How We “Do 4-H”

— Written By

Have you heard the old saying, “If you only do what you have always done, you will always get, what you always got?” This saying leaves out the caveat of a pandemic interrupting business as usual, but it has still been helpful for Caldwell County 4-H when planning to meet the needs of youth and families.

4-H continues to be forward focused, so our game is still the same – high quality youth development programs with caring adults and hands-on learning. However, programs and clubs have had to throw out the old playbook.

Caldwell County 4-H began moving programs online or into virtually connected groups in mid-March, which included public speaking and photography workshops, club meetings and volunteer training sessions through the spring.

Videos and pictures, like this one from Johnny Wilson Farms, substitute for in-person farm tours with youth this summer.

Videos and pictures, like this one from Johnny Wilson Farms, substitute for in-person farm tours with youth this summer.

Later in the spring, the state North Carolina 4-H office and N.C. Cooperative Extension, along with North Carolina State University, determined there would be no in-person programs with minors held this summer (until at least August) for the health and safety of the state’s communities. We know many children come into contact with or may be cared for by at-risk populations.

4-H tries to build upon a child’s natural curiosity and love of exploration! Adults who step back and allow youth to lead can see the progression in confidence expressed by members.

This is no different this year. It has been proven again by the work of four “Junior Leaders.” Junior Leaders are a group of older 4-H members who volunteer to work with other youth, often younger than them, during summer months, building soft skills such as leadership, communication and professionalism.

The hands-on approach to learning has not changed over the 100 years of 4-H! Junior Leaders is one of many examples. That experiential learning model has served communities well, and 4-H continues to apply the model during COVID-19 and as youth learn new subject matter.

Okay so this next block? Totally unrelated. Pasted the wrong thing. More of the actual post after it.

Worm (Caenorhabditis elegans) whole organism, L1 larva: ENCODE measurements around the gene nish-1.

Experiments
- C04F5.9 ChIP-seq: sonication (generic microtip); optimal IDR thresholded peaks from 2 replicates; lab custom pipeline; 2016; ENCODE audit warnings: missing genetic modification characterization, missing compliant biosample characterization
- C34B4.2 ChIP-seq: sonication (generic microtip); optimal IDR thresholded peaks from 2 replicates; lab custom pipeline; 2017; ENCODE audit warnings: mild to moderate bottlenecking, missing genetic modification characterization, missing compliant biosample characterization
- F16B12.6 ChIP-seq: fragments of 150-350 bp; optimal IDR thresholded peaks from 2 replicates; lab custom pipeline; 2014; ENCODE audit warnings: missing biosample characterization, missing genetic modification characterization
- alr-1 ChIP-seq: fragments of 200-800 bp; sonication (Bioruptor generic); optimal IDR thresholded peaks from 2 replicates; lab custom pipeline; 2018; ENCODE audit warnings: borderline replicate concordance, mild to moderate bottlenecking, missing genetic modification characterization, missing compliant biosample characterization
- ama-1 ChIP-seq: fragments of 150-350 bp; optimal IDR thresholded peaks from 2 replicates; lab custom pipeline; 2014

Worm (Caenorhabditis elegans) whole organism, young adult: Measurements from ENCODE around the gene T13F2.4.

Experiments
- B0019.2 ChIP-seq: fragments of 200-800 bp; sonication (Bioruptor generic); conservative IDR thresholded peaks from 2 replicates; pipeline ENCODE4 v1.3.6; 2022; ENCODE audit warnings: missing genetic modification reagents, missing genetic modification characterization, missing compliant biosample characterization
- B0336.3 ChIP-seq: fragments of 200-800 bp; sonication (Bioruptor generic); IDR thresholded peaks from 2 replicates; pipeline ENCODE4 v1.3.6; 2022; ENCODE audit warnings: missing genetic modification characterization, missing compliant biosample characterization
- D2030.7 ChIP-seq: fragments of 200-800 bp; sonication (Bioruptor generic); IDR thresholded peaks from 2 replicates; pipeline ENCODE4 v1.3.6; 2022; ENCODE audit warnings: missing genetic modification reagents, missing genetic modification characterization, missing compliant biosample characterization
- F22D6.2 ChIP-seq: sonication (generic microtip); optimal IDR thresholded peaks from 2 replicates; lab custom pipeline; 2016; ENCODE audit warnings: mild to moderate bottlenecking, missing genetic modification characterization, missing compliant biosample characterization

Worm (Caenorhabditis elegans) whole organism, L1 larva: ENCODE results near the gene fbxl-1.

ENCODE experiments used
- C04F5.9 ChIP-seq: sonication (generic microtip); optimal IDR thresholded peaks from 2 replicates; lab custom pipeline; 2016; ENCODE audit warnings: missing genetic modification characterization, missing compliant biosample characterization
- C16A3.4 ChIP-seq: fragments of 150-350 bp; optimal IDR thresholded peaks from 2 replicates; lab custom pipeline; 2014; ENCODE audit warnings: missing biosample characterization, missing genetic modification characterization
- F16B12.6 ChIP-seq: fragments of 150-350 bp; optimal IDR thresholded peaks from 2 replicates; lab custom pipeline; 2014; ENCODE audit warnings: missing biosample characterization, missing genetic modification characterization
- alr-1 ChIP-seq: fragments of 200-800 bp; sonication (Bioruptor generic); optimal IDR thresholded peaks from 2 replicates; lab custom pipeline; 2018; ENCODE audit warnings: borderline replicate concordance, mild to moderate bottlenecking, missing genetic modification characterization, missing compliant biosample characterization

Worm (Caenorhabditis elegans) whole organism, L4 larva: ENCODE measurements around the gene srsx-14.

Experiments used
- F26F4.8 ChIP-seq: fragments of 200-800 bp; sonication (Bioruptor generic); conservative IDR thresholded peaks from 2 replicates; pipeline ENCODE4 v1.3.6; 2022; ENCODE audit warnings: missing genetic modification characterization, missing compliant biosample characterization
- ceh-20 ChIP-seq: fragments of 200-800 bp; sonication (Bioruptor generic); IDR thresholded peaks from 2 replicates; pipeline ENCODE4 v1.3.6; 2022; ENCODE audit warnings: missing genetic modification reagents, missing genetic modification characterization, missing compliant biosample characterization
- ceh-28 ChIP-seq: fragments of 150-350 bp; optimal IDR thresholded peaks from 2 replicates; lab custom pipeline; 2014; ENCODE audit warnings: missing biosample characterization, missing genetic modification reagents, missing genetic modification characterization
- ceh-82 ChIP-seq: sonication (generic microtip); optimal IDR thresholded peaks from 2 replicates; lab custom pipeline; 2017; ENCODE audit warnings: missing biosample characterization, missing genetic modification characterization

As an organization, 4-H strives to:

  • Lead educational programs
  • Focus programming upon current and emerging needs;
  • Strengthen life skills;
  • Encourage volunteerism and community service;
  • And grow youth/adult partnerships.

If for no other reason, 4-H has recently encouraged local families to sign up for programs or stay active in 4-H Clubs to give youth of all ages something to look forward to. Caldwell County 4-H wants to be an involvement youth can count on.

4-H members with projects such as gardening, livestock, and cooking have been able to continue learning at home, but say they miss connecting with their fellow club members and adult volunteers.

4-H members with projects such as gardening, livestock, and cooking have been able to continue learning at home, but say they miss connecting with their fellow club members and adult volunteers.

One brother and sister who have participated in summer programs said they have been so excited to see people outside of their own household, and that it was their favorite part of joining! There is so much uncertainty, and that is uncomfortable for many individuals and families.

Why do we care so much about how young people fare today? Because we know the social-emotional needs of youth are great. For instance, 4-H knows that nationally, 7 in 10 teens are struggling with their mental health in the wake of COVID-19.

“More than half of those (approximately 1,500 teens) surveyed shared that the pandemic has increased their feelings of loneliness, with 64 percent believing it will have a lasting impact on their mental health,” reported the National 4-H Council’s May 2020 study.

Looking ahead, we also know youth will compete for tomorrow’s jobs, so North Carolina must educate and graduate people with the right knowledge, skills, ideas, and self-motivation; and we want to nurture young people to be good people too.

For more information about local 4-H, visit our website or give us a call at 828-757-1258. Caldwell County 4-H is a member agency of United Way, and it enthusiastically supports its partnerships.